February 22, 2019

Should America Cap Prison Sentences?

“America puts more people in jail and prison than any other country in the world. Although the country has managed to slightly reduce its prison population in recent years, mass incarceration remains a fact of the US criminal justice system.

It’s time for a radical idea that could really begin to reverse mass incarceration: capping all prison sentences at no more than 20 years. It may sound like an extreme, even dangerous, proposal, but there’s good reason to believe it would help reduce the prison population without making America any less safe.

In the 1980s and ’90s, American officials by and large believed the country was in the middle of a crime wave and an underincarceration crisis; they responded by increasing the length of prison sentences, enacting new mandatory minimums, and restricting the use of parole. Today, with crime rates lower, Americans more readily believe that the country has an overincarceration problem — one that disproportionately afflicts minority communities, as black and brown people are far more likely to be locked up than their white peers.

Given the impact that mass incarceration has had, there’s a strong case that the US should take steps to ensure that it doesn’t ever lock up so many people again.

Looking at the length of our prison sentences is one approach to reverse mass incarceration. Empirical research has consistently found that locking up people for very long periods of time does little to nothing to combat crime, and may actually lead to more crime as people spend more time in prison — missing big life opportunities for legitimate careers, and being incarcerated with others who have ties to the criminal world.”

Read more

JJ Editor's Daily Picks

"Political leaders from all French parties, including former presidents Francois Hollande and Nicolas Sarkozy, joined Jews and non-Jews in Paris’s Place de la Republique to condemn antisemitic acts."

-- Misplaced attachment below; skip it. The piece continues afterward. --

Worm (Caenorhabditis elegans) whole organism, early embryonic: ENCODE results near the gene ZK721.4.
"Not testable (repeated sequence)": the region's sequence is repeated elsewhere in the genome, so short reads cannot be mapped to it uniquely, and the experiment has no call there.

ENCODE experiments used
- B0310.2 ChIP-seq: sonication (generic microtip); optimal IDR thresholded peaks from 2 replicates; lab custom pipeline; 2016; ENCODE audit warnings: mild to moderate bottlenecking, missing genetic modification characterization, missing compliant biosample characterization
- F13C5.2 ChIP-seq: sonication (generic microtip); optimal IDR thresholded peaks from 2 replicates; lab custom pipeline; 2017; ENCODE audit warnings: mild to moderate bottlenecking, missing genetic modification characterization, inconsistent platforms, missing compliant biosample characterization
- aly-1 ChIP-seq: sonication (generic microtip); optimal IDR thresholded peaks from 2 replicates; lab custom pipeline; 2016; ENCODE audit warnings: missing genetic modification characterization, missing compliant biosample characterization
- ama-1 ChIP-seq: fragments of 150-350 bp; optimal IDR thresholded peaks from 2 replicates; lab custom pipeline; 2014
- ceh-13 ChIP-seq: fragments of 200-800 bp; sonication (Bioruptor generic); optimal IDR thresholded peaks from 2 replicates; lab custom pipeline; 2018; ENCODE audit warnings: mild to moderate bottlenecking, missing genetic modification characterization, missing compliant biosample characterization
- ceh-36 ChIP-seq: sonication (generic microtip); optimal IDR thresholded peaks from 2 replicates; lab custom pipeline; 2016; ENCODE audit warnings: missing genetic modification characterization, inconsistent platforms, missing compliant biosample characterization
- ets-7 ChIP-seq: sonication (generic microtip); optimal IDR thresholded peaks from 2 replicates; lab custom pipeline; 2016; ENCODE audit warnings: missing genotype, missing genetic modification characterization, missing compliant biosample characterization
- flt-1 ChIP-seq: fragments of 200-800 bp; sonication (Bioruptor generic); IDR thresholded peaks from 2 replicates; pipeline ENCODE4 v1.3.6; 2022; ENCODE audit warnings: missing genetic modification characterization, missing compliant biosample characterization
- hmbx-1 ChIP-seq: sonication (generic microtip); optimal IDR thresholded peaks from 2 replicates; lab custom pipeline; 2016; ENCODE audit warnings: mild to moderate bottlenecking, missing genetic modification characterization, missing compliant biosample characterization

"Eighty years ago tonight, thousands of Americans gathered in New York to rally behind the Nazi Party and its ideals. An Oscar-nominated short documentary retrieves footage of the event, but leaves out the context that gives it meaning."

"The PM has persuaded the religious-Zionist Jewish Home to partner with the Kahanists of Otzma Yehudit. It makes cynical political sense for his interests, but what of Israel’s?"

"IFC’s series Documentary Now! began as an affectionately parodic tribute to the classics of nonfiction cinema. Its first episode, “Sandy Passage,” was a note-perfect evocation of the Maysles brothers’ Grey Gardens..."

"Making our choices count is, however, far from straightforward, and this is the subject of Martin Hägglund’s book This Life: Secular Faith and Spiritual Freedom."

"Teens in the United States are coming of age at a time when digital technology is truly ubiquitous, where smartphones are all of our “constant companions.”"

"...the Smollett story, if the “trajectory” leads to evidence of fakery, would actually reveal something else modern America is about: victimhood chic."

"Cool in the humanities isn’t that different from cool in other areas of cultural life, like planking, hotdog-legs photography, mason jar rehabilitation, and novels whose main character is a city."

"It’s true that high-octane, hardworking child-rearing has some pointless excesses, and it doesn’t spark joy for parents. But done right, it works for kids..."

"Cape Town in South Africa is a foodie destination. Some people in its renowned restaurant industry are trying to spread the food wealth citywide."

"...for many “space expansionists,” escaping Earth is about much more than dodging the bullet of extinction: it’s about realizing astronomical amounts of value by exploiting the universe’s vast resources to create something resembling utopia. "

"After facing persecution in the former Soviet Union and a new wave of antisemitism in the United States, Marya Zilberberg decides to put her Jewishness on display."